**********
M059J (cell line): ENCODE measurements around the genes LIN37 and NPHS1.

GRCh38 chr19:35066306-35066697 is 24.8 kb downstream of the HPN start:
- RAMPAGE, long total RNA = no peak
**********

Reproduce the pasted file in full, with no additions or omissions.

M059J (cell line): ENCODE measurements around the genes LIN37 and NPHS1.

GRCh38 chr19:35066306-35066697 is 24.8 kb downstream of the HPN start:
- RAMPAGE, long total RNA = no peak